A couple of days ago Jake Hayman posted this fascinating post on the widespread flaws among grant making trusts and foundations (and thanks Alice Evans for sharing it). In it he set out his many frustrations with the way that charitable funders operate – whilst acknowledging that not all are like that all of the time – gleaned from 10 years of working in the charity sector.
Overall I found the piece refreshingly direct, honest and insightful and much of what he said resonated with things I have seen over the 25 years I have spent working in the sector. However – inevitably with a piece such as this – I also felt that many notable exceptions exist and that a many foundations are quite different to the picture Jake painted.
My experience is of ‘both sides of the fence’ having been a grant maker for the last 15 years – including a stint on the board of the Association of Charitable Foundations (the membership body for charitable trusts and foundations). I’ve also done my share of fundraising and run organisations seeking funds for many years. I recognise that my experience is therefore not typical, as I’ve been fortunate to be able to see ‘behind the curtain’ into what foundations are thinking and doing and to get to know many funders personally.
My first observation is that grant makers are very much like the rest of the not for profit sector in their diversity and so to talk about them as a homogenous group is as misleading as lumping together the Oxfam with my local friends of the park group. Some are large scale operations with teams of staff – though often far fewer than you would imagine – and capacity and resources to do things. Others are much leaner affairs with one, or even no, dedicated member of staff responsible for running the entire organisation along with a board of trustees. Clearly capacity and resources makes a difference to how they operate – though I would also suggest that the values and principles you adopt still affect your approach.
Secondly, I suspect many foundations would agree with much of what Jake has levelled at them. They are often aware of the weaknesses and I have attended more than the occasional angst-ridden meeting where grant-makers have expressed very candidly their desire to improve their work. However their money and power brings an inevitable inequity into many of the relationships and discussions they have – people are often cringingly deferential towards the purse string holders. I’m not saying we shouldn’t be nice to funders – we should be nice to everybody – but the brown-nosing that goes on is vile.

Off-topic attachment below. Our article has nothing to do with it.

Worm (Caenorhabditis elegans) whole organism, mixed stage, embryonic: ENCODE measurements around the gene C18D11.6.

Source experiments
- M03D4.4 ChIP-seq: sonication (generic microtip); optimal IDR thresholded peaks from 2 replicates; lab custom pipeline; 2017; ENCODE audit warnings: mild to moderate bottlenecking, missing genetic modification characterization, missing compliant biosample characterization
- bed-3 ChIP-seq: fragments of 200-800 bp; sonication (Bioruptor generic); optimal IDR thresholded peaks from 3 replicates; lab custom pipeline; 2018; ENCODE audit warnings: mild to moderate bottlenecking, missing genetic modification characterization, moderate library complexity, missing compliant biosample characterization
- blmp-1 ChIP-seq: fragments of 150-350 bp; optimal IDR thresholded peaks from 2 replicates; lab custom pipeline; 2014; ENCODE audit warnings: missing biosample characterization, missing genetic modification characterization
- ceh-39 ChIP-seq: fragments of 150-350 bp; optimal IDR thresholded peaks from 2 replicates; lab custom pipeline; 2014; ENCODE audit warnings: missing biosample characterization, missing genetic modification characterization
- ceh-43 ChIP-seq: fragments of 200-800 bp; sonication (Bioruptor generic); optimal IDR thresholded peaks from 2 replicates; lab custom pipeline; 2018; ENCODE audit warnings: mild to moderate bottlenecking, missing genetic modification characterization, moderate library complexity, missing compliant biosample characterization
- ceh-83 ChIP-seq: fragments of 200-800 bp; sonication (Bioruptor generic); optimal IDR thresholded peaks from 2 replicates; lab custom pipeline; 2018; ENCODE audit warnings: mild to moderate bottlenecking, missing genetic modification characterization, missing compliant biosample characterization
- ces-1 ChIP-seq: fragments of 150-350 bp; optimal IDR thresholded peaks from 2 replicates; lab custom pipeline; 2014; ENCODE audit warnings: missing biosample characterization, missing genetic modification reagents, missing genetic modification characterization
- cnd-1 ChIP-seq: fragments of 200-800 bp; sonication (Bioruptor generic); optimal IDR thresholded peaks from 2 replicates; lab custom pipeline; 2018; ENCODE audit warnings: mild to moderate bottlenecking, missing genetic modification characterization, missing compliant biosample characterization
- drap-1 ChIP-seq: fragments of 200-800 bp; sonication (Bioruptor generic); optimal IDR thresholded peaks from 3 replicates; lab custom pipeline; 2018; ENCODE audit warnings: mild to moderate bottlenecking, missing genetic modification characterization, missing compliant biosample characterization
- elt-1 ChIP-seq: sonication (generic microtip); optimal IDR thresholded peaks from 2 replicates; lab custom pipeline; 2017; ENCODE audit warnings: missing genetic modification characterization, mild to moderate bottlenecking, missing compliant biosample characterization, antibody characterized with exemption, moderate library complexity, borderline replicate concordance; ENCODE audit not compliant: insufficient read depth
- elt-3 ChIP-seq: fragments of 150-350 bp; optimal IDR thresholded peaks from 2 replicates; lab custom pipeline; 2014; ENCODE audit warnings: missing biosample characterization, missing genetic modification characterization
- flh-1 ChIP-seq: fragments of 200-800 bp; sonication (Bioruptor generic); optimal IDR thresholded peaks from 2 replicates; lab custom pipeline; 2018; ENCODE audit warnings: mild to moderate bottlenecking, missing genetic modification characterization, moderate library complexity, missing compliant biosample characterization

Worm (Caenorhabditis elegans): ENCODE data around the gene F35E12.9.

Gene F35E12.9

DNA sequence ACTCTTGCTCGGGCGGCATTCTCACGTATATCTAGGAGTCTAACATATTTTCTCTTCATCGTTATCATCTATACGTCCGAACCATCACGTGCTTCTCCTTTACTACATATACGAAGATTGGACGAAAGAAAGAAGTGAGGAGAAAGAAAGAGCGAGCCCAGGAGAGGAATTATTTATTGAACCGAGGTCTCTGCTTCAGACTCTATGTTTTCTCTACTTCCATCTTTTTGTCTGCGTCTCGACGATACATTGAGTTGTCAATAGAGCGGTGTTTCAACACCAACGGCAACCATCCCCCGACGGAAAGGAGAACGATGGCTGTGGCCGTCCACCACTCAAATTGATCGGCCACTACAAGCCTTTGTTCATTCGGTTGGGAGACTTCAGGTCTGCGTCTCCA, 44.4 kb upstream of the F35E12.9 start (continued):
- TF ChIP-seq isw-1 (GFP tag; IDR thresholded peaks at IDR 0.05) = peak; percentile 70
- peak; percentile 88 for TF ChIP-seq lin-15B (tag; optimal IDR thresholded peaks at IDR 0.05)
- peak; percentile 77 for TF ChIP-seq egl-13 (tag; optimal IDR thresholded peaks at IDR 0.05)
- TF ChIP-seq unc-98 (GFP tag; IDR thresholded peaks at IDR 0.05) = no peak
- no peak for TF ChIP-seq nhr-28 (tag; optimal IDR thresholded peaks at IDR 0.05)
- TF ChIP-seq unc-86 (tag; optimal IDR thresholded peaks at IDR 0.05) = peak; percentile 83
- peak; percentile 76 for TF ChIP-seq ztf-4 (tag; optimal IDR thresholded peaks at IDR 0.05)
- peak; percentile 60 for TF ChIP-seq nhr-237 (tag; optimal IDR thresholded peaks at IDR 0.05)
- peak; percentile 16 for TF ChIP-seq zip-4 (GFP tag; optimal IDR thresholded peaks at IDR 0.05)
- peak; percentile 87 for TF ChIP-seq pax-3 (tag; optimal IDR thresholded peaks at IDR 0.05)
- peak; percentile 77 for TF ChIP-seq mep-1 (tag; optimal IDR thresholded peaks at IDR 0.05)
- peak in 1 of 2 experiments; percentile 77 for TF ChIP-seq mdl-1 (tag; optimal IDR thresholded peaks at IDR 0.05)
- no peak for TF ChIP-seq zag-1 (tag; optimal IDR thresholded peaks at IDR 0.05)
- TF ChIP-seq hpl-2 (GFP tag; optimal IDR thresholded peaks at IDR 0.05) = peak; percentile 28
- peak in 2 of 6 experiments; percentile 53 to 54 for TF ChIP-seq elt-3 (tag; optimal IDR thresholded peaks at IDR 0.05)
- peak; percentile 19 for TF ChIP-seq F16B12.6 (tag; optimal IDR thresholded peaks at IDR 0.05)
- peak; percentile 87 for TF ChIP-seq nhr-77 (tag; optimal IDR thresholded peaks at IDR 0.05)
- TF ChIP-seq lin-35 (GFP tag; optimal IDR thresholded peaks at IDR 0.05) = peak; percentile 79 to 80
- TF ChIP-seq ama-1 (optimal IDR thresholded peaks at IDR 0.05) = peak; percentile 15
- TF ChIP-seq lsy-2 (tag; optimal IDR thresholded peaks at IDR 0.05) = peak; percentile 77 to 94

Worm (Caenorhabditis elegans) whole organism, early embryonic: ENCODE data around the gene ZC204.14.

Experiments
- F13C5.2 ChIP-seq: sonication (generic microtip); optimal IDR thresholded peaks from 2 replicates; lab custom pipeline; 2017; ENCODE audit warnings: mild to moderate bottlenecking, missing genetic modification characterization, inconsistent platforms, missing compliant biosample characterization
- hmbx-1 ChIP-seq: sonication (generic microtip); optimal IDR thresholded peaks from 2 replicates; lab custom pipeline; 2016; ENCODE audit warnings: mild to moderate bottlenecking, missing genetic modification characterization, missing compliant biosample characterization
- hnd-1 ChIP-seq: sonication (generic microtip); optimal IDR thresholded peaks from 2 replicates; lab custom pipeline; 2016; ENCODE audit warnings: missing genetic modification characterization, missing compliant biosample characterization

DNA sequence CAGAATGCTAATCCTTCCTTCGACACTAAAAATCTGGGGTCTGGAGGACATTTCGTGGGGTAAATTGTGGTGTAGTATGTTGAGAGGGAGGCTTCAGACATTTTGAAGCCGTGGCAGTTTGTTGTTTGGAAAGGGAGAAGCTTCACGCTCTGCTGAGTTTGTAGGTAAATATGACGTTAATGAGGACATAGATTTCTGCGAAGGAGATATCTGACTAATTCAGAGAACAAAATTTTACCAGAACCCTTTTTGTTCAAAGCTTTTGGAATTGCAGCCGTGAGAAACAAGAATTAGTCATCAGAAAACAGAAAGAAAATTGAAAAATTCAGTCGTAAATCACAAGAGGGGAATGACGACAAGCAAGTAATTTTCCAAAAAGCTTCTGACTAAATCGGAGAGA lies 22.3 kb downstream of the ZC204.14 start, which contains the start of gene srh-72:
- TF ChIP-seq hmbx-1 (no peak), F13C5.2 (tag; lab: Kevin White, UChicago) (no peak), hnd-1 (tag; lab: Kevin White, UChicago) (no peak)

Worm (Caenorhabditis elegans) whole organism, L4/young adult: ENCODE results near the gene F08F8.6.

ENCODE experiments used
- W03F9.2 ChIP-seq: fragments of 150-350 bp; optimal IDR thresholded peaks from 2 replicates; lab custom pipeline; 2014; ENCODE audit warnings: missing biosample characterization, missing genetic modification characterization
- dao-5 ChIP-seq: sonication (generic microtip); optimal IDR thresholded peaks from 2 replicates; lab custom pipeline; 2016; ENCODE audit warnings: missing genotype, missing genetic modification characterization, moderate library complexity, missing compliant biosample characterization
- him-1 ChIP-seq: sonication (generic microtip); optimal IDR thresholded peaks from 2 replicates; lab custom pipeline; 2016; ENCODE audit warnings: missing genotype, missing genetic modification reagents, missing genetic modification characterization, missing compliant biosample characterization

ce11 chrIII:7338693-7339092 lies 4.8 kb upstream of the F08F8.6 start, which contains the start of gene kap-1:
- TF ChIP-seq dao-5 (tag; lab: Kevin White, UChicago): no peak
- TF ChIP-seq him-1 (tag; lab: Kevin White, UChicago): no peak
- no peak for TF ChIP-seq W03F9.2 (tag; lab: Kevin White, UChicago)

Thirdly, I think many of the criticisms levelled at foundations can equally be applied to the public sector. In fact I think that in many respects the state is far more guilty of some of the points made. Public bodies are generally more risk averse, do far more box ticking (indeed often ticking the wrong boxes just because they are easier to tick/measure), distrust charities, base processes around their own convenience….I could go through nearly the entire list. Far more money is spent by public bodies than by trusts and foundations. Though there are – like foundations – many exceptions the general trend is in my view similar.
My fourth observation – which is probably most likely to irritate people – is that I believe the sector is partly complicit in the current situation. Too many charities – in particular the larger ones with the resources and capacity – play the game. Rather than doing what Jake has done and raising their concerns in a way encourages debate they keep their heads down and try to make the best of the circumstances. Of course that is understandable – their responsibility lies with their beneficiaries and so doing what needs to be done for their benefit is perfectly fine. But that does, to a greater or less extent, perpetuate the problems we’re trying to solve.
There is a dishonesty in the games that are played – grant-seekers overstate what they will do and report impact than they don’t achieve. If you added up the total fiscal and social benefit of the grants that foundations make according to beneficiaries it would, I would guess, dwarf the economies of the G8 every year. Similarly if I had a pound for every project that promised to ‘be sustainable at the end of this grant’ actually was financially viable, I would be able to set up my own endowed foundation. Grant makers have no incentive to challenge these fantastic claims and results as it makes their impact more impressive – after all they are reliant on others to help them achieve their aims. The dance goes on.
Julia Unwin, now CEO of the Joseph Rowntree Foundation, wrote a report back in 2004 for the Baring Foundation called ‘the grant making tango’ about the strange relationship between the funders and the funded and ways in which it could be strengthened. I think there is still a great deal in there which would help address some – though not all – of the issues Jake has raised.